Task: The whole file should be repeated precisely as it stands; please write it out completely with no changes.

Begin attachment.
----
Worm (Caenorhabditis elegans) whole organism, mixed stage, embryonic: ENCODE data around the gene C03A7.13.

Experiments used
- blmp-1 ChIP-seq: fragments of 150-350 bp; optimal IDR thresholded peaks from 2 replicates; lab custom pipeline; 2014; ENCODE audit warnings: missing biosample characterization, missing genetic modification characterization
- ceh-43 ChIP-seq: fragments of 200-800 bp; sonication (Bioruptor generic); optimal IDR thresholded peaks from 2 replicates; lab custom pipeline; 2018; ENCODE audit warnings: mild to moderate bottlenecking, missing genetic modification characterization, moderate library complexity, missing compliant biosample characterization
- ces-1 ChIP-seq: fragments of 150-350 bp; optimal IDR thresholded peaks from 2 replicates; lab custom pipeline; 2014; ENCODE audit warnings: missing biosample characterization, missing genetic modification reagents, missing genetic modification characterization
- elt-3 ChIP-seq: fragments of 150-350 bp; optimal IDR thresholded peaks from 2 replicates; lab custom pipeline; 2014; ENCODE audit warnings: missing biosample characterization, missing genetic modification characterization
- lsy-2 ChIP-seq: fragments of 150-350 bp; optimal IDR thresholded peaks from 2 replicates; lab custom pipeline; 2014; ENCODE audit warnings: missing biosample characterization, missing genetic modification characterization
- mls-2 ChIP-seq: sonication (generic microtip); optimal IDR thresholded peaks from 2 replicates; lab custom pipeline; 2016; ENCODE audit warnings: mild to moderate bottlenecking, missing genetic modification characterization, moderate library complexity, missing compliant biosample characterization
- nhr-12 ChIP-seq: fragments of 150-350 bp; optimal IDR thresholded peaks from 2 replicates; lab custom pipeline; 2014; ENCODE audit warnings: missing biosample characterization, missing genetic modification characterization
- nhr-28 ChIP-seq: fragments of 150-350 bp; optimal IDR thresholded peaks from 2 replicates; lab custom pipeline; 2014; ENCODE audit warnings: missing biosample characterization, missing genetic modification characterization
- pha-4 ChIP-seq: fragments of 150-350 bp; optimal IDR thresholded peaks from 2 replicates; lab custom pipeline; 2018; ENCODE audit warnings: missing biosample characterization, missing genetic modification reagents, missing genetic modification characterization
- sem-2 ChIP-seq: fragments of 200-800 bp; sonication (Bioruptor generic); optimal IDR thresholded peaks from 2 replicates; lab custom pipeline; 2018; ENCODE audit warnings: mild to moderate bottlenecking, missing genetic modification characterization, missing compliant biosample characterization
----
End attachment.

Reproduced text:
Worm (Caenorhabditis elegans) whole organism, mixed stage, embryonic: ENCODE data around the gene C03A7.13.

Experiments used
- blmp-1 ChIP-seq: fragments of 150-350 bp; optimal IDR thresholded peaks from 2 replicates; lab custom pipeline; 2014; ENCODE audit warnings: missing biosample characterization, missing genetic modification characterization
- ceh-43 ChIP-seq: fragments of 200-800 bp; sonication (Bioruptor generic); optimal IDR thresholded peaks from 2 replicates; lab custom pipeline; 2018; ENCODE audit warnings: mild to moderate bottlenecking, missing genetic modification characterization, moderate library complexity, missing compliant biosample characterization
- ces-1 ChIP-seq: fragments of 150-350 bp; optimal IDR thresholded peaks from 2 replicates; lab custom pipeline; 2014; ENCODE audit warnings: missing biosample characterization, missing genetic modification reagents, missing genetic modification characterization
- elt-3 ChIP-seq: fragments of 150-350 bp; optimal IDR thresholded peaks from 2 replicates; lab custom pipeline; 2014; ENCODE audit warnings: missing biosample characterization, missing genetic modification characterization
- lsy-2 ChIP-seq: fragments of 150-350 bp; optimal IDR thresholded peaks from 2 replicates; lab custom pipeline; 2014; ENCODE audit warnings: missing biosample characterization, missing genetic modification characterization
- mls-2 ChIP-seq: sonication (generic microtip); optimal IDR thresholded peaks from 2 replicates; lab custom pipeline; 2016; ENCODE audit warnings: mild to moderate bottlenecking, missing genetic modification characterization, moderate library complexity, missing compliant biosample characterization
- nhr-12 ChIP-seq: fragments of 150-350 bp; optimal IDR thresholded peaks from 2 replicates; lab custom pipeline; 2014; ENCODE audit warnings: missing biosample characterization, missing genetic modification characterization
- nhr-28 ChIP-seq: fragments of 150-350 bp; optimal IDR thresholded peaks from 2 replicates; lab custom pipeline; 2014; ENCODE audit warnings: missing biosample characterization, missing genetic modification characterization
- pha-4 ChIP-seq: fragments of 150-350 bp; optimal IDR thresholded peaks from 2 replicates; lab custom pipeline; 2018; ENCODE audit warnings: missing biosample characterization, missing genetic modification reagents, missing genetic modification characterization
- sem-2 ChIP-seq: fragments of 200-800 bp; sonication (Bioruptor generic); optimal IDR thresholded peaks from 2 replicates; lab custom pipeline; 2018; ENCODE audit warnings: mild to moderate bottlenecking, missing genetic modification characterization, missing compliant biosample characterization